Behind the Shot: Award-Winning Underwater Photography
In my photography, I am drawn to animal portraits and, even more so to images that show animal behaviour or tell a story.
I am particularly driven to use my camera in UK waters as our underwater wildlife is generally underrated, and there are many tales that have not yet been fully told. We have beautiful waters here, full of life, but this still isn’t widely known.
In order to take a successful behavioural photo, and tell the tale of our underwater wildlife, I feel that preparation is key.
It’s important to know about the species you want to photograph – where and when to find them, what their behaviour is likely to be, etc.
Time spent in advance doing this research is always time well spent.
There is, of course, a large element of luck as well, especially as we have limited time underwater. We’re always working against time, wanting to stay a bit longer with every dive (even in comparatively chilly Northern waters).
I had seen beautiful pictures from overseas of coils of eggs being predated by egg-eating nudibranchs and wondered if this shot could be recreated in UK seas. This was one behavioural shot I really wanted to capture, and would require some research.
I knew of the egg-eating species Favorinus branchialis, which feeds on the spawn of other sea slugs, but I had only seen this species on the reef, not in action, until a particular dive in Shetland, in the far north of Scotland.
Shetland has been a very productive location for me in the past, with waters rich in life and often offering better visibility than UK averages; 10m of visibility being common and more than 20m being likely.
The reefs tend to be packed with life, and I’d been lucky to see many interesting species such as lumpsuckers, curled octopuses, and the Northern crustacean I think of as “Shetland king crabs”.
I hadn’t planned to see Favorinus branchialis on this trip but was delighted when I spotted some.
When looking for sea slugs, which are far more colourful and varied than land slugs, it’s easiest to look for their food or eggs.
The eggs are often pale or white, in a pattern such as a tight coil or ribbon, and stand out well. The favoured food source varies widely between nudibranch species, so this is where the research I mentioned earlier comes in handy.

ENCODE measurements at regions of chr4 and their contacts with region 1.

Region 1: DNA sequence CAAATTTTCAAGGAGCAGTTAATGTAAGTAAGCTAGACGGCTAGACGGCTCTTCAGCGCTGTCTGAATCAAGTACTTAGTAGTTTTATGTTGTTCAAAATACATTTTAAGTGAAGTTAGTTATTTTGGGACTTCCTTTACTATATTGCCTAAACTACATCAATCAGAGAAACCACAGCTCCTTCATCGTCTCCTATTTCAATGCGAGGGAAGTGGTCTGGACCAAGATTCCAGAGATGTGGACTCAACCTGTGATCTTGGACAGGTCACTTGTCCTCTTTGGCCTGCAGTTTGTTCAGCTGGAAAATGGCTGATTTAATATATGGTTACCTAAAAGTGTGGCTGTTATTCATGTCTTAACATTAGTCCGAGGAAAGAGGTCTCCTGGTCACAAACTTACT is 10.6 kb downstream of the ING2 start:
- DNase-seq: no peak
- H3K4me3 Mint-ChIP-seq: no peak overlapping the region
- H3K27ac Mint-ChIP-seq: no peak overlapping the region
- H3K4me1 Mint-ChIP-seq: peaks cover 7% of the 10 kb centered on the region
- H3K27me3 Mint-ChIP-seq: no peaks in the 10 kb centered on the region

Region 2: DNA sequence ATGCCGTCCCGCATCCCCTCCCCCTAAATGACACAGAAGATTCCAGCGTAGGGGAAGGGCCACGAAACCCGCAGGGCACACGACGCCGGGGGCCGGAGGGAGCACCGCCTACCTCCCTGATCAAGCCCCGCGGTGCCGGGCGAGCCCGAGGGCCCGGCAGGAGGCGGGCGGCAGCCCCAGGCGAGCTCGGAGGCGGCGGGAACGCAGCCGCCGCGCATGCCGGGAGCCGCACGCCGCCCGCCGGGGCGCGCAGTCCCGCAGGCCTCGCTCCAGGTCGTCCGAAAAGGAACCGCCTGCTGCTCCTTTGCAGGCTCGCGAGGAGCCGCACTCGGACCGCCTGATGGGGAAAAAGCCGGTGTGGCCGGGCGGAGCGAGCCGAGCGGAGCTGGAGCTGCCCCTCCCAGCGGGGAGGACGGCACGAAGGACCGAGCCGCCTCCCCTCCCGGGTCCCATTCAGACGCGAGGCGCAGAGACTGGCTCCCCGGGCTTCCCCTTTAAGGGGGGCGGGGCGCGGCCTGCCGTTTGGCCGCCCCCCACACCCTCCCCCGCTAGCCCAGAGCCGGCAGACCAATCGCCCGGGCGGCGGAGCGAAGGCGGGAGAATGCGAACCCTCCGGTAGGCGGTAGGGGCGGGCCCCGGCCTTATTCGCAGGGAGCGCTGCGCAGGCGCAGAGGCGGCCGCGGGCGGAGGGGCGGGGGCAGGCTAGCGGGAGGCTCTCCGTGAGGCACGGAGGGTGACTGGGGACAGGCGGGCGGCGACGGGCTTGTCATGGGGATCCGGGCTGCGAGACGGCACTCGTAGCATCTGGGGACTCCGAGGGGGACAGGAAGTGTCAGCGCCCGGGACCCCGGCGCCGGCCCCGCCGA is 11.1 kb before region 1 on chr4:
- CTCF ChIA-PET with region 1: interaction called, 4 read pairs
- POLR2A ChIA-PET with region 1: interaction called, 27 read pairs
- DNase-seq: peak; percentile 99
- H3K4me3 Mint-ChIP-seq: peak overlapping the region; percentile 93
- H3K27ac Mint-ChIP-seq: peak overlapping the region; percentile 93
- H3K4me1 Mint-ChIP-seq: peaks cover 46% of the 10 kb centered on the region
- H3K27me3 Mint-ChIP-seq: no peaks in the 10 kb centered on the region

From sponges, hydroids and bryozoans, to sea pens and soft corals, find the food and you may well find a nudibranch tucking in. When I see a big egg coil, for example, I do often look for Favorinus branchialis.
To note, I apologize for relying on Latin names, but with a few notable exceptions, even regularly spotted UK species don’t have common names.
Even more confusingly, due to the recent focus on DNA sampling and testing of sea slugs, the Latin names regularly change as we learn more about interrelated species.
This is the first picture I took (above) when I initially saw the subject: a simple ID shot. I am unsure which slug had laid this big coil of eggs, but I recognized the Favorinus immediately. The bulbous white-tipped rhinophores are distinctive.
There were three separate individuals feasting away, one of which was also laying its own eggs – the simple white coil in the centre. Other animals such as tiny sea snails were also tucking in for a meal.
Interestingly, nudibranchs are simultaneous hermaphrodites: when mating, two individuals donate sperm to each other, and both can lay eggs.
The next challenge was to create a more artistically pleasing composition. I was near the end of my dive time and gas when I spotted the subject, so I had to work quickly.
The egg coil was several inches in size, so the challenge was to create a tight, simple composition.
Nudibranchs are not fast-moving as such, but like their land-based slug counterparts, once you try to focus closely, you realize they are moving much faster than you’d think. I selected two out of the three that were closely placed and tried to eliminate distracting details.
I do own a few macro lenses, but the 60mm offers the ability to focus closely (minimizing the amount of water between camera and subject, which is important for colour, contrast, and clarity), as well as being flexible enough to cover small as well as mid-sized subjects.
I had with me a couple of Nauticam wet close-up lenses I could use on my 60mm to get even closer and introduce a pleasing bokeh effect. However, as this was a relatively large subject, these lenses didn’t offer the shot I wanted.
For underwater macro, strobes are almost always necessary to introduce light, and I have a pair of Retra strobes. I tried to angle these inward to isolate just the eggs from the rocky reef background, which, with a bit of post-processing, was quite successful.
In the end, my favourite shot was a simple front-lit close-up with a tight aperture to retain the detail across the whole frame. For me, the eggs were as important a part of the picture as the slugs, so I filled the frame with them.
This approach also found favour with the judges of the Underwater Photographer of the Year competition, who awarded the photo the winner of British Macro in 2023.